The Shift, Part II

Back in May (of last year now), I asked my clients to describe why they wanted to lose weight in a ord doc. Because “when the WHY is strong enough the HOW appears,” right? This turned out to be the best task I could’ve assigned – for them and myself. Their answers first illuminated “the pit”. Some of them included…

If you missed Part I, check out the last post before you read this.

…Increased confidence and self-esteem. Desire to go out without feeling self-conscious. To find or accept love, touch, without apprehension. To play with kids, grandkids, to be a good role model for them. To travel, be physically active, and have other life experiences. Desires of acceptance, belonging, approval. Of respect from co-workers, bosses, colleagues. To public speak and command a room. And the most common answers included: more energy, better health, and greater happiness.

I jumped back into my eating disorder days. It was my belief that the thinner I was, the more accepted, credible, and attractive I’d be. But after all the fight it took to shrink, I found my smaller size didn’t grant me those desires, but took me further away from them instead. Further away from myself. And what my clients didn’t know, was that intentional forms of weight loss, by manipulating food or their weight, wouldn’t get them closer to their “weight loss why’s” either.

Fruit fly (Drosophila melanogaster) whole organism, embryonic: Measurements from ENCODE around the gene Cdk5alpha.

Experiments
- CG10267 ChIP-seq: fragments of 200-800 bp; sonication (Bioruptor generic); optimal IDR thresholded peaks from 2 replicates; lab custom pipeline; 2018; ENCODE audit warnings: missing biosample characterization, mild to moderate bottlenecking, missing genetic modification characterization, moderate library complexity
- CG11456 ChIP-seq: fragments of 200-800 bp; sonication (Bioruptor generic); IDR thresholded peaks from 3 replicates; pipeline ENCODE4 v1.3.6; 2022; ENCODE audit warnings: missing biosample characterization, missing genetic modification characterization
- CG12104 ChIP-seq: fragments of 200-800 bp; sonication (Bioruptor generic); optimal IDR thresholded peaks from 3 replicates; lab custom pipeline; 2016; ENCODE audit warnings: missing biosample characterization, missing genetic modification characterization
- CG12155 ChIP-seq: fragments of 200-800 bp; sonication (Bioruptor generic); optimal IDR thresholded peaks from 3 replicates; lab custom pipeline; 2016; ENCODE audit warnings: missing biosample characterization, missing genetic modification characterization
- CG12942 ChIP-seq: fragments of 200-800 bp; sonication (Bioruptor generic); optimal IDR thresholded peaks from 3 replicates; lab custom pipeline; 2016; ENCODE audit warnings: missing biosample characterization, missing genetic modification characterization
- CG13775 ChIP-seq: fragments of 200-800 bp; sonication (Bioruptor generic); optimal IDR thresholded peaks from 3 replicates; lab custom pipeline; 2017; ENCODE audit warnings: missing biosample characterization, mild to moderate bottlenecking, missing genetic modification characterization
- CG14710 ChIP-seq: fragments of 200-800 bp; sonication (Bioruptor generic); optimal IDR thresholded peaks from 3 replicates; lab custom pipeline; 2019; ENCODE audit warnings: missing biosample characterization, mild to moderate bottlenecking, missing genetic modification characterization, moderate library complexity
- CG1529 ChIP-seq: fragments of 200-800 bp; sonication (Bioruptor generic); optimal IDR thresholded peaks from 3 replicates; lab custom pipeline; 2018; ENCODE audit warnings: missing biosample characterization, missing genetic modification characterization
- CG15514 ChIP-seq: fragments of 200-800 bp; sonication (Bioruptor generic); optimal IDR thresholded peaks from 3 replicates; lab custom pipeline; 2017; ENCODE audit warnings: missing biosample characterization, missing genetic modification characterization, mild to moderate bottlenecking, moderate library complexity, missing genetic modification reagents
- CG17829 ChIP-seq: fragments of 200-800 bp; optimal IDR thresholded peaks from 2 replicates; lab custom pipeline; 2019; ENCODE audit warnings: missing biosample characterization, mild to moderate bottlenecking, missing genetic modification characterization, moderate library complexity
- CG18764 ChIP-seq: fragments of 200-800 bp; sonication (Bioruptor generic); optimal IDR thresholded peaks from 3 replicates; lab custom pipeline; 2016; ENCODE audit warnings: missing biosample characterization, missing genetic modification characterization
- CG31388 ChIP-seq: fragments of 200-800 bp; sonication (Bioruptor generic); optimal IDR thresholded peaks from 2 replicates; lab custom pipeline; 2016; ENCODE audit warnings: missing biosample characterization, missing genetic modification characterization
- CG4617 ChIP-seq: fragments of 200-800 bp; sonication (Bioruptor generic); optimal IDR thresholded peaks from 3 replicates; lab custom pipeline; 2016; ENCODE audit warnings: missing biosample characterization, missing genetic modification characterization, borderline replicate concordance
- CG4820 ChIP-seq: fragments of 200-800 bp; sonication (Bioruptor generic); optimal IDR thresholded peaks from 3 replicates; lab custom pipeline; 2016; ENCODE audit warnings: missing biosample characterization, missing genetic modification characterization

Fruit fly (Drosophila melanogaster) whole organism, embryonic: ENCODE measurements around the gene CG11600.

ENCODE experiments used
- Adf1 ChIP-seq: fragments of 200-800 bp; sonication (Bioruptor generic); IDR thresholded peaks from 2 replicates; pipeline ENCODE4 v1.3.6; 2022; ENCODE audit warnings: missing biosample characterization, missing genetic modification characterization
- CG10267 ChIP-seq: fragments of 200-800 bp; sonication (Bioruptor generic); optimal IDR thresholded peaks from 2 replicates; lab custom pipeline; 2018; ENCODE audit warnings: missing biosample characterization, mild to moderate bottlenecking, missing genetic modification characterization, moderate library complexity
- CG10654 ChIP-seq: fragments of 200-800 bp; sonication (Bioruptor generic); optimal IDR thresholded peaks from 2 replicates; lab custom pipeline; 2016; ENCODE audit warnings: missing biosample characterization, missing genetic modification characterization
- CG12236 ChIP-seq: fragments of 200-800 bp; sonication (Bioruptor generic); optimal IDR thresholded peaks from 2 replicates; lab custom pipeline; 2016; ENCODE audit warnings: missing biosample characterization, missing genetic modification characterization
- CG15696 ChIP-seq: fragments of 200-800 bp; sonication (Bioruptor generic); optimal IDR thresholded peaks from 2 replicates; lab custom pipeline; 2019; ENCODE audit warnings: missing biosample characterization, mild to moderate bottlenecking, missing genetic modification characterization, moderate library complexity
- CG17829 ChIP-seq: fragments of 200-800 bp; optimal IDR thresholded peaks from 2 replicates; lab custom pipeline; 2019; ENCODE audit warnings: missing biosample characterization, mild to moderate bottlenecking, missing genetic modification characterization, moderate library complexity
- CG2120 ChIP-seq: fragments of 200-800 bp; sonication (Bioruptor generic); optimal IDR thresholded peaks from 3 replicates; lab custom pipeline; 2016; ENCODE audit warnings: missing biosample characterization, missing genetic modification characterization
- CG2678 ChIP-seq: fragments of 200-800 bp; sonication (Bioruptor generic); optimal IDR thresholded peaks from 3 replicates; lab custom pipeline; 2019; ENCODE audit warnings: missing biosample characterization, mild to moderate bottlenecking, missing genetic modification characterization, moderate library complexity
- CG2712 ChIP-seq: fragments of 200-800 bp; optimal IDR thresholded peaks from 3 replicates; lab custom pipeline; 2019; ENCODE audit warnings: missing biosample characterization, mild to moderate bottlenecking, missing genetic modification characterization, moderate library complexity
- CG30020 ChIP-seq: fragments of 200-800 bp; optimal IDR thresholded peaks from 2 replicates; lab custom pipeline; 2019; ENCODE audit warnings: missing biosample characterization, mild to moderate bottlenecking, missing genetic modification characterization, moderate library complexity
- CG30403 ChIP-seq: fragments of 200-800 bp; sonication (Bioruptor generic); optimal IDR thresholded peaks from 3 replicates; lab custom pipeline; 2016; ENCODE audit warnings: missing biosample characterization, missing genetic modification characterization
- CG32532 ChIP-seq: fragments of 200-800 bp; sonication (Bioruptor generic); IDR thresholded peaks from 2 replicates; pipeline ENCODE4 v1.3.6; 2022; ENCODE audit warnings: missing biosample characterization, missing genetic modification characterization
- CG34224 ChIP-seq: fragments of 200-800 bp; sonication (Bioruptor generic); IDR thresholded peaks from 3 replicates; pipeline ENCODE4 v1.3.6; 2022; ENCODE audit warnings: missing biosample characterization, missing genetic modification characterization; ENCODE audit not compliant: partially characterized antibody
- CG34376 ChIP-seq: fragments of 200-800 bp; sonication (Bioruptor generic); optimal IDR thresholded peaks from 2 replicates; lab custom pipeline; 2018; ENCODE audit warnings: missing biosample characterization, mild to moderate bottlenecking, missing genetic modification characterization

Earlier last year I discovered, Intuitive Eating (IE). Finding such immense truth in it, I immediately began integrating principles into my practice, still merging it in with the plant-based “structured plate” model I mentioned. But it was after reading the “weight loss why’s” essays from my clients, attending an IE workshop (where the speaker told me my “structured plate” method was still considered a “diet”), the mention of transformation photos (without heads) from a nutrition coach, and the now screaming pit in my stomach, I knew had to make a change.

A big, risky, no-going-back, sort of change.

I revealed this inner conflict to my clients and notified them that I couldn’t facilitate weight loss any longer. That I was at a crossroads -personally and professionally. I disclosed that I had work to do, on myself, on my own perception of the food I eat, the body I live in, my self-image, and my vision of success with health. I offered my clients to transition with me, which resulted in keeping 6 of 27 clients in 14 days. A part of my felt like I failed my clients and my business. Another part felt freed.

Stay tuned for Part III.